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Biotinylation is the process of attaching a biotin tag to a molecule. The molecule can be a protein or an oligonucleotide. Biotinylated molecules are useful in many biological contexts, but are primarily used for capture or detection of target molecules. Biotinylated molecules are used in Western blotting, ELISA, flow cytometry, and other inventive detection methods.

Why Biotin?

Biotin is one half of a famous natural affinity pair. The other half is streptavidin. The two proteins experience highly specific non-covalent binding with each other. The affinity is resistant to changes in temperature or pH, and it can remain intact even in the presence of some organic solvents and denaturing agents. The highly specific nature of the affinity has made the streptavidin-biotin pair a standard tool in modern biotechnology.

Biotin itself is a water-soluble B vitamin. Its small molecular weight of 244.31 g/mol makes it unlikely to interfere with the function of the larger protein it is attached to. Biotinylation can be accomplished with a general chemical reaction or with a more specific enzymatic reaction. 

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Biotinylation is the process of attaching a biotin tag to a molecule such as an antibody, magnetic nanoparticle, or DNA probe. Biotin has a long hydrocarbon side chain with a carboxyl group at the end. This valeric acid side chain chemically reacts with amines or thiols. Biotin tags are often covalently attached to lysine amino acids on antibodies and other globular proteins. In this way many biotin molecules can be attached to a single molecule. This chemical reaction method is quite general, and doesn’t provide much control over the location of the biotin tag on the protein. Enzymatic biotinylation techniques are available to improve control over the location of the biotin tag. These enzymatic techniques rely on tags and specific enzymes to target a particular location on a protein. Commercial kits are available to simplify and streamline the chemical or enzymatic biotinylation process.

Biotin-modified thymidine (Biotin dT) residues are incorporated into the oligonucleotide to produce Biotinylated oligonucleotides.  Another modification called Biotin-TEG is useful for adding biotin tags to magnetic nanoparticles. This biotin modification has a long triethyleneglcol (TEG) spacer between the nucleic residue and the biotin molecule in order to reduce steric hindrance between biotin groups. There are many other biotin modifications commercially available. Some of these include modifications that allow post-binding release of a biotin analog from streptavidin.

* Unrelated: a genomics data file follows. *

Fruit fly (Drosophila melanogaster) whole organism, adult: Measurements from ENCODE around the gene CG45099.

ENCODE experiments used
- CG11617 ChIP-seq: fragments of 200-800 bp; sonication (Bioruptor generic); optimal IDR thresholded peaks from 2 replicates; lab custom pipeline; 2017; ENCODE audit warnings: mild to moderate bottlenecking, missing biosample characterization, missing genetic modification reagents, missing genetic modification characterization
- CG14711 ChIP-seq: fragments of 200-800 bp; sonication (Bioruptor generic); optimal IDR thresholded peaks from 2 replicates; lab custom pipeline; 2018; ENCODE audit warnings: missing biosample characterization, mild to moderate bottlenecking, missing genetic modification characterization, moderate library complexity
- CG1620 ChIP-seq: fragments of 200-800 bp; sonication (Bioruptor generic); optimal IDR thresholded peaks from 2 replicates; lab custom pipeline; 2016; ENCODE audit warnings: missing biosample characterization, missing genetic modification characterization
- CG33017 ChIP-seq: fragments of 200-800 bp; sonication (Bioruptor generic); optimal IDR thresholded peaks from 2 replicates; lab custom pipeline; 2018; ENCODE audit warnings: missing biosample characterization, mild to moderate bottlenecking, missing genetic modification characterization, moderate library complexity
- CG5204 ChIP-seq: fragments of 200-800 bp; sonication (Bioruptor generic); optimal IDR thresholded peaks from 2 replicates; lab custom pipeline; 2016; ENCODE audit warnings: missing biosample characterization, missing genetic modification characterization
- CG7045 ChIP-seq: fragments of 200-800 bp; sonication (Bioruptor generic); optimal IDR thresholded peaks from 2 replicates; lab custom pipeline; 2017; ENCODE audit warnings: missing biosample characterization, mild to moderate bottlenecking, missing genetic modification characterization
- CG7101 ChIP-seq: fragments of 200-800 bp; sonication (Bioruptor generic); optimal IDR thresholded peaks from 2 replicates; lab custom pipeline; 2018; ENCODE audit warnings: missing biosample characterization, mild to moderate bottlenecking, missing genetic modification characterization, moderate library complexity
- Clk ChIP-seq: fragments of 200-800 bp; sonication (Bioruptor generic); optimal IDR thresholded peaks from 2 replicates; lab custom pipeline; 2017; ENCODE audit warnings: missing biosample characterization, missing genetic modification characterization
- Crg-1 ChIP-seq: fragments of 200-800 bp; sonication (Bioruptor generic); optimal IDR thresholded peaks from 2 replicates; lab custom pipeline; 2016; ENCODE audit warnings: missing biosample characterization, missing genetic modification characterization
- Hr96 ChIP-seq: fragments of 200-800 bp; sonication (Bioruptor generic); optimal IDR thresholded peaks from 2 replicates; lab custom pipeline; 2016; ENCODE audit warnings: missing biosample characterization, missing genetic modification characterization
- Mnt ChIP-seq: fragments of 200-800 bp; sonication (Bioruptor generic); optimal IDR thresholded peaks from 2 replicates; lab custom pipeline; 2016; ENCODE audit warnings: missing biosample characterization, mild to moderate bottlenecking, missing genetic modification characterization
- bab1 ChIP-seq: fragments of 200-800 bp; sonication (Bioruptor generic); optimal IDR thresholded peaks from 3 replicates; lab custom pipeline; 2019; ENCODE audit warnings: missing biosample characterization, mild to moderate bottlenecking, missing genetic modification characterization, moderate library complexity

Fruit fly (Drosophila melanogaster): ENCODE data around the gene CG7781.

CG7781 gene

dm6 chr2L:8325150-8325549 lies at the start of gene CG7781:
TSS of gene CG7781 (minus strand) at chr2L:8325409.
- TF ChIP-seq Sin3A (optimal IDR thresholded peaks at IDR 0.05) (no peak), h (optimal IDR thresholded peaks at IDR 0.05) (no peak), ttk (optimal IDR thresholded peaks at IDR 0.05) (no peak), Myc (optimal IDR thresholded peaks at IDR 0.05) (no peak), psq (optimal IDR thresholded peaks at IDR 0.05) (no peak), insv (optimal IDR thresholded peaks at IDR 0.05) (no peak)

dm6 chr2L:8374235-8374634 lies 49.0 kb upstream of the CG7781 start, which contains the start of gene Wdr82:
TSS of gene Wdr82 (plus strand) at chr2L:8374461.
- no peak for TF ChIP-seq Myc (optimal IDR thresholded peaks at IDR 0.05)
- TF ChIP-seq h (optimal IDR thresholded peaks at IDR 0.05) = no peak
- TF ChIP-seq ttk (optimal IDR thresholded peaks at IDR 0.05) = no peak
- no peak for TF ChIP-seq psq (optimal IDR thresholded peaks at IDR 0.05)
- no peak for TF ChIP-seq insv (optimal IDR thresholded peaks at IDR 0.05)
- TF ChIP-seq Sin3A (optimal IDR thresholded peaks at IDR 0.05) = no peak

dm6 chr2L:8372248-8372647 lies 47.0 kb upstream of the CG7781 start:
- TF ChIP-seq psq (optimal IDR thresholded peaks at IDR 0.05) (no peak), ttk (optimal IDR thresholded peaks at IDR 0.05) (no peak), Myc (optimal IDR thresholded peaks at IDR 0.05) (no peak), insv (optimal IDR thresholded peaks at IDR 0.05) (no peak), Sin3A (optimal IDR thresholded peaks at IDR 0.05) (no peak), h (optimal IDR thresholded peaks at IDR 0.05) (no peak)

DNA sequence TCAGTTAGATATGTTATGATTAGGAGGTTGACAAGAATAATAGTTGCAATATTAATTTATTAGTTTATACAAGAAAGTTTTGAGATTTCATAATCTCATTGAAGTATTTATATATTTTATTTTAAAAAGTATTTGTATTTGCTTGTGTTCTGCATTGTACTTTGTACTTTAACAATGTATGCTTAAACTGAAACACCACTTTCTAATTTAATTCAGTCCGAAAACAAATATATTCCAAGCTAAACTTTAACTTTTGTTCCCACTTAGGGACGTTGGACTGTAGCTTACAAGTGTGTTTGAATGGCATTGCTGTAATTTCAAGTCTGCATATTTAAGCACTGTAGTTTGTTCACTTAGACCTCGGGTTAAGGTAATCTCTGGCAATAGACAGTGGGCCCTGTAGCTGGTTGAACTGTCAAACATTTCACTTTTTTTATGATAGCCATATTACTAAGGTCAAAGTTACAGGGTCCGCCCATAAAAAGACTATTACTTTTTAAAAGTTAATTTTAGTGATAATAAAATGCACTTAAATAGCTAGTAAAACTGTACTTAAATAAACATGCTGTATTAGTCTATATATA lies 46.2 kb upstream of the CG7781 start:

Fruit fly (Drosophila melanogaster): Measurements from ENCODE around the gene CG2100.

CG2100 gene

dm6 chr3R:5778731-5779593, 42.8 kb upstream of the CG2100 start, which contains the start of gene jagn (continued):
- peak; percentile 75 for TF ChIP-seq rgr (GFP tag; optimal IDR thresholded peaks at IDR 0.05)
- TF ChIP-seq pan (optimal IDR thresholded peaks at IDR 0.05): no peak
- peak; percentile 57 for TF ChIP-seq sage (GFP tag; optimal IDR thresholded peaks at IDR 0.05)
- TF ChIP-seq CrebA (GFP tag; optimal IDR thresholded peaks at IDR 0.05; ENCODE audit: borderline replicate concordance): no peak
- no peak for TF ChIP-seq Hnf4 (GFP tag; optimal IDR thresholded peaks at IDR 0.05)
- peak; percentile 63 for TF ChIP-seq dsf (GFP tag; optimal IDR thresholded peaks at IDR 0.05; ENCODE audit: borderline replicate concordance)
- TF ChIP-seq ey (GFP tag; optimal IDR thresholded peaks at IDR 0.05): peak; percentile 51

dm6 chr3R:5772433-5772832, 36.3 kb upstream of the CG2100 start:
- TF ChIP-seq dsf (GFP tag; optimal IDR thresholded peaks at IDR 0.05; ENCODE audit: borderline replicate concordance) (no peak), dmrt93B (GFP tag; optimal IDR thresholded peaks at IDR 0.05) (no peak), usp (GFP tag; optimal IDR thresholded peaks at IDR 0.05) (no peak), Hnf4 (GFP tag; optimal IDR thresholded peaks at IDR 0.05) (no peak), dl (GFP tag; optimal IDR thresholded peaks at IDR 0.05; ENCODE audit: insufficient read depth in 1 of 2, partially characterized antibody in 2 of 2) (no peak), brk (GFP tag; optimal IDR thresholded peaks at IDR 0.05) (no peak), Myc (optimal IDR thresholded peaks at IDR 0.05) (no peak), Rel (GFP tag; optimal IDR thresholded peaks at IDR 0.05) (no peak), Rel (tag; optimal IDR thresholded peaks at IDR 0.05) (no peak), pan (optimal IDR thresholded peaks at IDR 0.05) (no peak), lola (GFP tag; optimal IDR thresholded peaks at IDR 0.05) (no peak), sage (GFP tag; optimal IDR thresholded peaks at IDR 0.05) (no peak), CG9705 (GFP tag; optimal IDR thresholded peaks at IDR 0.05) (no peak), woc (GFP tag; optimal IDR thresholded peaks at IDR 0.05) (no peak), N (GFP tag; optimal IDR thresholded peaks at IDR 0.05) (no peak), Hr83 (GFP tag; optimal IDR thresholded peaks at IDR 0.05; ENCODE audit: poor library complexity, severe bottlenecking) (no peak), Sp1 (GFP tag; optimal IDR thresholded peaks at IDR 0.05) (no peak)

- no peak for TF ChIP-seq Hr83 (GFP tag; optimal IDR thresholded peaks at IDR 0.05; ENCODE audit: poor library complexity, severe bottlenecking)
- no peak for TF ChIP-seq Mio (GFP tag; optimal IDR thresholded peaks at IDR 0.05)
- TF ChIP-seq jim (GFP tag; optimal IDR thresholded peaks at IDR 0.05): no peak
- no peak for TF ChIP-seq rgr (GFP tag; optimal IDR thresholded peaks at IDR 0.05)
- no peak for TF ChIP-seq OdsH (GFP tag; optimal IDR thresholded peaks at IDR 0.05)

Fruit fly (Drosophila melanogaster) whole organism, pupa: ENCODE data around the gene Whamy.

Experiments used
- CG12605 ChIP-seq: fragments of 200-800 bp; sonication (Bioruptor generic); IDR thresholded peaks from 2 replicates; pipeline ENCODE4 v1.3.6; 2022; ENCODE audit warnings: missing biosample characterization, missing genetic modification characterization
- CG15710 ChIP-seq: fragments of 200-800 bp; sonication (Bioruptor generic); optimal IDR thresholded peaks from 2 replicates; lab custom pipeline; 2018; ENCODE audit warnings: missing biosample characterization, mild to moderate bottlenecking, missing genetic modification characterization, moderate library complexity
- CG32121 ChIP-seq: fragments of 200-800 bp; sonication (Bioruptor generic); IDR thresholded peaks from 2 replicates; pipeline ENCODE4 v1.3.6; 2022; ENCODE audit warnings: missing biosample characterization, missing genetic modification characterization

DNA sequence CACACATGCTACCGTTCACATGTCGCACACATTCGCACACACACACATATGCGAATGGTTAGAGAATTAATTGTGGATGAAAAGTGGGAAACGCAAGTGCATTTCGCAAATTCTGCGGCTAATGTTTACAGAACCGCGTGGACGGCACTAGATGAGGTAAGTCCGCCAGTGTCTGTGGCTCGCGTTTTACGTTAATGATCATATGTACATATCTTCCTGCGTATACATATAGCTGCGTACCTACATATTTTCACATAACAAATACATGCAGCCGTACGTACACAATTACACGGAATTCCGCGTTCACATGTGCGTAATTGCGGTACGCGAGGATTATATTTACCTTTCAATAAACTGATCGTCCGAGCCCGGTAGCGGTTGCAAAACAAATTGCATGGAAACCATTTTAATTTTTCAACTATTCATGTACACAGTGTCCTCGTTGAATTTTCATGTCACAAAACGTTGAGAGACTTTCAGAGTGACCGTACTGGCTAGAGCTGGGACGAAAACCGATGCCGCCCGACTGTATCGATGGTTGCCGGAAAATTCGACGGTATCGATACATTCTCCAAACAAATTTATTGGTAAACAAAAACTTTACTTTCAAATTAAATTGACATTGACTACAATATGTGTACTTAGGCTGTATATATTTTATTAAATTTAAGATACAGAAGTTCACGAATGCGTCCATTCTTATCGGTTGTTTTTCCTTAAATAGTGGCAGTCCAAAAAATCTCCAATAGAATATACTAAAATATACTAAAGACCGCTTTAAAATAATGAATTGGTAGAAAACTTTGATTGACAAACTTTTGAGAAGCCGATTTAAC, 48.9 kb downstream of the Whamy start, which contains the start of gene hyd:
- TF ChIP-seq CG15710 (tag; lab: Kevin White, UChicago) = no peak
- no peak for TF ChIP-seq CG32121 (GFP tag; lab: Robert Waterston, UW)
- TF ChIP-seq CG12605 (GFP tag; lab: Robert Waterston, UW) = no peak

Biotinylation and magnetic beads

Biotinylated antibodies or oligonucleotides are often immobilized on a solid surface. Magnetic beads are particularly useful for this application because of their high surface area and recoverability. One recently published application involves a DNA oligonucleotide probe containing endonuclease restriction sites and a biotin tag at the end. The probe is immobilized on magnetic beads and incubated in a solution containing DNA methyltranferase, which methylates the DNA and protects it from restriction by the endonuclease. After incubation the magnetic beads are collected by magnetic separation and incubated with streptavidin-conjugated alkaline phosphatase to produce a readout of DNA methylation efficacy. If the methyltransferase methylated the DNA probe, then the endonuclease couldn’t cleave the DNA, and the biotin tag remains attached, which then binds to the streptavidin alkaline phosphatase, which then produces a signal. If the methyltransferase is not present, then the probe is cleaved and the signal diminishes.

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Lluis M. Martínez | SEPMAG Chief Scientific Officer

Founder of SEPMAG, Lluis holds a PhD in Magnetic Materials by the UAB. He has conducted research at German and Spanish academic institutions. Having worked in companies in Ireland, USA and Spain, he has more than 20 years of experience applying magnetic materials and sensors to industrial products and processes. He has filed several international patents on the field and co-authored more than 20 scientific papers, most of them on the subject of magnetic particle movement.

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